How to Compile Linux Kernel from Source to Build Custom Kernel

Linux kernel is the life force of all Linux family of operating systems including Ubuntu, CentOS, and Fedora.

For most part, you don’t need to compile the kernel, as it is installed by default when you install the OS. Also, when there is a critical update done to the kernel, you can use yum, or apt-get to update the kernel on your Linux system.

However you might encounter certain situation, where you may have to compile kernel from source. The following are few situation where you may have to compile Kernel on your Linux system.

  • To enable experimental features that are not part of the default kernel.
  • To enable support for a new hardware that is not currently supported by the default kernel.
  • To debug the kernel
  • Or, just to learn how kernel works, you might want to explore the kernel source code, and compile it on your own.

In this tutorial, we’ll explain how to compile Linux kernel from source.

Also, please note that if you just want to compile a driver, you don’t need to compile the kernel. You need only the linux-headers package of the kernel.

1. Download the Latest Stable Kernel

The first step is to download the latest stable kernel from kernel.org.

# cd /usr/src/

 

# wget https://www.kernel.org/pub/linux/kernel/v3.x/linux-3.9.3.tar.xz

2. Untar the Kernel Source

The second step is to untar the kernel source file for compilation.

# tar -xvJf linux-3.9.3.tar.xz

3. Configure the Kernel

The kernel contains nearly 3000 configuration options. To make the kernel used by most people on most hardware, the Linux distro like Ubuntu, Fedora, Debian, RedHat, CentOS, etc, will generally include support for most common hardware. You can take any one of configuration from the distro, and on top of that you can add your own configuration, or you can configure the kernel from scratch, or you can use the default config provided by the kernel.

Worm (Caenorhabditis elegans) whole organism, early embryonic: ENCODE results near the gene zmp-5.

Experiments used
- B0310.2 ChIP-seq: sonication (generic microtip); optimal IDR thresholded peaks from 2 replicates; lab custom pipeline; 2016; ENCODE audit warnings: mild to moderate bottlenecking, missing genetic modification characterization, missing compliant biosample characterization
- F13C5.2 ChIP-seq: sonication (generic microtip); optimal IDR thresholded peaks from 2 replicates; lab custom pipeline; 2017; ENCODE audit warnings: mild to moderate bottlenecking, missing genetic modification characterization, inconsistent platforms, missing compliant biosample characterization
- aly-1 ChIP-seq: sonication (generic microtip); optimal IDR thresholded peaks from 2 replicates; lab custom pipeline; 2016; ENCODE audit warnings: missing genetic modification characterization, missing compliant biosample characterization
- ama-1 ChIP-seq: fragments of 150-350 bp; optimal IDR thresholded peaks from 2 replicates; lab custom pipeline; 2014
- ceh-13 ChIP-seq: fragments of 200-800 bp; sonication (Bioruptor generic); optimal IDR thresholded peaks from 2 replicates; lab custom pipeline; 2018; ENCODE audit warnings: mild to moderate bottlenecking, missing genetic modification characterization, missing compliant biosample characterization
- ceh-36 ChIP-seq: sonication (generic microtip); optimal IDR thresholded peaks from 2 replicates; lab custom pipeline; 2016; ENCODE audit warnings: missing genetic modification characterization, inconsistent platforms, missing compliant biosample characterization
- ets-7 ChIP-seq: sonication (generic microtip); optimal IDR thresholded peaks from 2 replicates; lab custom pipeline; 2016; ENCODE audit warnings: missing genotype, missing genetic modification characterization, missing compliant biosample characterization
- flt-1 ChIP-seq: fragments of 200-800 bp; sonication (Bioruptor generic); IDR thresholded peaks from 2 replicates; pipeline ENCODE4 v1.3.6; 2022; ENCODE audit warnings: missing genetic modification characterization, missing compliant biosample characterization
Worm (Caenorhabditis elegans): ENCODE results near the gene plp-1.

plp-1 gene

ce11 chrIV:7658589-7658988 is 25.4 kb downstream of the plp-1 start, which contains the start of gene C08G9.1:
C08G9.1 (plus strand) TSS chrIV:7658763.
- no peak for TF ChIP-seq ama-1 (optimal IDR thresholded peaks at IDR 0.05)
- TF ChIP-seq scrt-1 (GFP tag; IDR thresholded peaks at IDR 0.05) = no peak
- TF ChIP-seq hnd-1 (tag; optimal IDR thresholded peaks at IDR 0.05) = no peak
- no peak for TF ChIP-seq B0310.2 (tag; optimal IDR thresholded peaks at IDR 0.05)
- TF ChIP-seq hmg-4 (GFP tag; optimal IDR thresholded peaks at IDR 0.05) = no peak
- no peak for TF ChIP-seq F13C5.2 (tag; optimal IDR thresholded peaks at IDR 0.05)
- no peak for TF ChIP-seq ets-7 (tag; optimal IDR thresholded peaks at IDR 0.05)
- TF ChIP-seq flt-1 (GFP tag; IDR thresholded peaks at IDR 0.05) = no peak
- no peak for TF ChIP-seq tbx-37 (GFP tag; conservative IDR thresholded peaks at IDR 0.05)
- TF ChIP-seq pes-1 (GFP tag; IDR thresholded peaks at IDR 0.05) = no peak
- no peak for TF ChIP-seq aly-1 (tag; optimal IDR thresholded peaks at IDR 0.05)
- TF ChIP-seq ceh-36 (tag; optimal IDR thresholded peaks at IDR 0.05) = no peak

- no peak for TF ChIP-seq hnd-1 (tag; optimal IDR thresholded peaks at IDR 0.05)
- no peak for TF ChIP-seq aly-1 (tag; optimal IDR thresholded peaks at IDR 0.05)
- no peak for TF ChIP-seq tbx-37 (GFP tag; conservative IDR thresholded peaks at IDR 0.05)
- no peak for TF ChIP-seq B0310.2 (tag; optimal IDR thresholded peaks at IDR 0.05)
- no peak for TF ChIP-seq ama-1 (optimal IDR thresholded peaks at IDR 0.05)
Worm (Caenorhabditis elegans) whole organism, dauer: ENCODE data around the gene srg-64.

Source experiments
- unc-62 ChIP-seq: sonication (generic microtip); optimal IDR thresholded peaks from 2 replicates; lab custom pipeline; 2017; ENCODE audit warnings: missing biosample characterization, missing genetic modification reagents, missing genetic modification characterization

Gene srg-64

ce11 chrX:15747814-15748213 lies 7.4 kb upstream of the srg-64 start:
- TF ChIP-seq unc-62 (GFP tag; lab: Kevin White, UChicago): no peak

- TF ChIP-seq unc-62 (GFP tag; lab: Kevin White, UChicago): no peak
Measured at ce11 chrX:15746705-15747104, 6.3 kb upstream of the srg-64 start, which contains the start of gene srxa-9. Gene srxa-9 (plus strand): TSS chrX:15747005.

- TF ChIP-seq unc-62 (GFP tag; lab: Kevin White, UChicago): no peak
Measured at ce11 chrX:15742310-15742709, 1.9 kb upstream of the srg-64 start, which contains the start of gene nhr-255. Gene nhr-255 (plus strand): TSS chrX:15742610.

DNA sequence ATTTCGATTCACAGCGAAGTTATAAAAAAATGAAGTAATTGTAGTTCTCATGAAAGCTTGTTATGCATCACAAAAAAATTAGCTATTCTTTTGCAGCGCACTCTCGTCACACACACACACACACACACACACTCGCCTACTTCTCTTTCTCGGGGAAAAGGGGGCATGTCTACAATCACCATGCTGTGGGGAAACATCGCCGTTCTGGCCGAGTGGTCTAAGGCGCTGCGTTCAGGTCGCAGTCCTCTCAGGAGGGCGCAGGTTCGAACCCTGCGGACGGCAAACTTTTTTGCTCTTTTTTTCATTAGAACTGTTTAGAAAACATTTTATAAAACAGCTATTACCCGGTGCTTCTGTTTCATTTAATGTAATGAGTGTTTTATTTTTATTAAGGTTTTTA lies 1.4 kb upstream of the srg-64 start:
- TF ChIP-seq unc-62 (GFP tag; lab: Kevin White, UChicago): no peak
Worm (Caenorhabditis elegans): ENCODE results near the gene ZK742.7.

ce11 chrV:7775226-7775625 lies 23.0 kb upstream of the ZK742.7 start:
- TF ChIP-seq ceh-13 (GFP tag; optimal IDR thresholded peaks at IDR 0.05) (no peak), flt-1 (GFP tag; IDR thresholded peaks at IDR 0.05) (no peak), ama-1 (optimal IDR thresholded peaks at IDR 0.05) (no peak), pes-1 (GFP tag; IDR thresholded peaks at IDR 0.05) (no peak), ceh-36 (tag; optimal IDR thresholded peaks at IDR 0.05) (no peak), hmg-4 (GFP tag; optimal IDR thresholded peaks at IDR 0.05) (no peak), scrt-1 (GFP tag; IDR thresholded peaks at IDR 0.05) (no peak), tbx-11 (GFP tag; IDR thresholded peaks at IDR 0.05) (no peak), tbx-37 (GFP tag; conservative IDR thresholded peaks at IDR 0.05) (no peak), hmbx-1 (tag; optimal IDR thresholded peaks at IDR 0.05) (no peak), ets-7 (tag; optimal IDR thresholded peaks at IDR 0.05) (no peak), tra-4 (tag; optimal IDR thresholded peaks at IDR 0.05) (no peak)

# cd linux-3.9.3

 

# make menuconfig

The make menuconfig, will launch a text-based user interface with default configuration options as shown in the figure. You should have installed “libncurses and libncurses-devel” packages for this command to work.


We will use the default config provided by the kernel. So select “Save” and save the config in the file name “.config”.

The following is a sample of the “.config” file:

CONFIG_MMU=y

CONFIG_NEED_DMA_MAP_STATE=y

CONFIG_NEED_SG_DMA_LENGTH=y

CONFIG_GENERIC_ISA_DMA=y

CONFIG_GENERIC_BUG=y

CONFIG_GENERIC_HWEIGHT=y

4. Compile the Linux Kernel

Compile the main kernel:

# make

Compile the kernel modules:

# make modules

Install the kernel modules:

# make modules_install

At this point, you should see a directory named /lib/modules/3.9.3/ in your system.

5. Install the New Kernel

Install the new kernel on the system:

# make install

The make install command will create the following files in the /boot directory.

  • vmlinuz-3.9.3 – The actual kernel
  • System.map-3.9.3 – The symbols exported by the kernel
  • initrd.img-3.9.3 – initrd image is temporary root file system used during boot process
  • config-3.9.3 – The kernel configuration file

The command “make install” will also update the grub.cfg by default. So we don’t need to manually edit the grub.cfg file.

6. Boot Linux to the new Kernel

To use the new kernel that you just compiled, reboot the system.

# reboot

Since, in grub.cfg, the new kernel is added as default boot, the system will boot from the new kernel. Just in case if you have problems with the new kernel, you can select the old kernel from the grub menu during boot and you can use your system as usual.

Once the system is up, use uname command to verify that the new version of Linux kernel is installed.

$ uname -r

3.9.3

 

Source: http://www.thegeekstuff.com

By vichhaiy Posted in Linux

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